“Besides unauthorized excretions?” Mica eyed what might have been a puddle on the gunner’s seat. It was hard to tell in the poor lighting of the hangar. With the entire base hidden in an asteroid and operating on minimal power, the lighting was poor everywhere. Maybe it was for the best. This wasn’t the first suspicious stain she had come across since being transferred from her hastily completed officer’s training course. It was, however, the first one that was so… fresh.

Sparks and a surprised shout came from a craft near the big doors at the other end of the hangar. Mica sighed wistfully. The rest of her team was examining a mystery ship that had been salvaged earlier in the day. Made from a strange crystal-like material, the two-seater craft had been found floating near the asteroid and pulled into the hangar. She’d heard speculation that it was a centuries-old Starseer ship, but there had been an imperial pilot in it, a freshly dead imperial pilot. Mica would much rather be investigating it with the other engineers.

“You too good to get your hands dirty, Lieutenant?” the sergeant asked, still frowning at her.

Mica lifted her chin. “I grew up on XR-318, one of the ugliest and grimiest mining asteroids in the system. We started digging out tunnels when we were six, as soon as we were old enough to toddle out of the crèche and be of some use. I’ve had dirt wedged so far up under my fingernails for so long that it bought throw rugs and set up furniture.” She had, however, avoided sticking her hands in pee puddles.

“Then this shouldn’t be a problem.” The sergeant waved at the cockpit and turned his back on her.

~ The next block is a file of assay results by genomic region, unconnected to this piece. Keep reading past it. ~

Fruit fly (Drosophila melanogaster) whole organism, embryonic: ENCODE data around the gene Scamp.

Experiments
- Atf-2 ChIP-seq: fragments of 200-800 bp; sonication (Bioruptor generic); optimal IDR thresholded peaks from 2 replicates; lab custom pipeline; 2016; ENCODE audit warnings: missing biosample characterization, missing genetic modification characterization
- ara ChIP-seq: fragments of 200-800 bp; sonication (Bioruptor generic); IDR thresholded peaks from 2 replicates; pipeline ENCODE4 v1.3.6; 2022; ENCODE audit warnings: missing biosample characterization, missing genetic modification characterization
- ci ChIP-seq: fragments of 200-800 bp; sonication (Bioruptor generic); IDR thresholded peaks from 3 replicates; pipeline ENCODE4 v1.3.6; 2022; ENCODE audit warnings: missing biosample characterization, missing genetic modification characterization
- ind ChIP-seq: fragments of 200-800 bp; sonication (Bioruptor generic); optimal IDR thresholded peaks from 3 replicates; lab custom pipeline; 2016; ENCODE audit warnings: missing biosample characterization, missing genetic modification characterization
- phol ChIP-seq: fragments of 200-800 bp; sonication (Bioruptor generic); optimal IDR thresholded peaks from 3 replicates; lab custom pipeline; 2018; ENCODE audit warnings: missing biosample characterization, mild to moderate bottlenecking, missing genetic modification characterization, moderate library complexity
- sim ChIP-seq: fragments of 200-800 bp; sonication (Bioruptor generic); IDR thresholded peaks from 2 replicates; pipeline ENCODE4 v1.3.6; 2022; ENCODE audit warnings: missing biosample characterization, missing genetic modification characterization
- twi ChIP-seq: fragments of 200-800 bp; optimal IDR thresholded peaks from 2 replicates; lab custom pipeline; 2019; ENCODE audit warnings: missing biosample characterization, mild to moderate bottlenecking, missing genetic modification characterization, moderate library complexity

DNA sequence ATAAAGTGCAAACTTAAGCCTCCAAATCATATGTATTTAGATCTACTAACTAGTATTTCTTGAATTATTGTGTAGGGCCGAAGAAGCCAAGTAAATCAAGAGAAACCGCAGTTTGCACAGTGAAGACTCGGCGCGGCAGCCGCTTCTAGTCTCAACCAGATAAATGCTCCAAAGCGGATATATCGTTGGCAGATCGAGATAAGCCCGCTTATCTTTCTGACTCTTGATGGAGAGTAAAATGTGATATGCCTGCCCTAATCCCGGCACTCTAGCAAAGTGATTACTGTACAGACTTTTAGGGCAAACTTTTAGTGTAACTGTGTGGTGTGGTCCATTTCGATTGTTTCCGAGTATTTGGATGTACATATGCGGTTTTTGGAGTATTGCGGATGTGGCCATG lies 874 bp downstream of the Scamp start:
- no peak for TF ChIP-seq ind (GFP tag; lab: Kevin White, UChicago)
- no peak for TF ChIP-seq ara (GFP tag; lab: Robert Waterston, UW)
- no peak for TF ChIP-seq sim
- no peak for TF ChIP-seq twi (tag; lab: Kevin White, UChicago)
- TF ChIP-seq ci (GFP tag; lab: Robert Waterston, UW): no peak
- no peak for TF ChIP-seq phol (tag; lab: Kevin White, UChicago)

He grabbed his toolbox and yelled for two privates to come help him with the hull repairs. The younger men nudged each other, glanced at Mica, and snickered as they headed toward the tail of the craft. Once again, she suspected she had been set up.

Grumbling, Mica went off to search for a cleaning robot, though, given the Alliance’s limited resources, she would be lucky to find a mop and bucket. It occurred to her to order a private to wipe down—and thoroughly disinfect—the cockpit for her, but everyone in the hangar was busy working on the other battered ships. “Tense battle” was an understatement. From what those who’d fought to defend the asteroid had said, their armada had been decimated before driving off the imperial attack. Further, the empire now knew where the Alliance base was. An evacuation order would likely come within a day or two.

“How’re the repairs going, L.T.?” one of the privates asked a few minutes later as Mica crouched in the two-seater, finishing cleaning. He could barely hold in his snickers.

“There are bodily fluids everywhere except the pilot’s seat,” Mica said. “How do you think they’re going?”


Stinkily? It was amazing these kids could read. Maybe they couldn’t. She didn’t recall that the Alliance recruiting fliers had listed a lot of requirements.

“Here, Private. Find a laundry basket for this.” Mica tossed a damp towel at him, resulting in a disgusted grunt as the kid reflexively caught it.

He dropped the towel and fled. With luck, he wouldn’t bother her again.

Finally ready to start work—that supposed short circuit had better be real—Mica leaned out of the cockpit to grab her toolbox off the top of the ladder. She paused. A woman was jogging in her direction. She wore a flight suit and a blue-and-gray jacket with a patch that identified her as a combat pilot. Mica curled her lip, wondering if this was the “crazy” person responsible for the damaged craft—and the mess.

Also wearing lieutenant’s tabs, the woman was not deterred by the lip curl. She kept coming and even grinned and waved to Mica.

“Amazing how often I get such looks from the ground crew,” she said, climbing the ladder.

“I’m an engineer.”

“Oh, I get even dirtier looks from them.” The grin grew broader.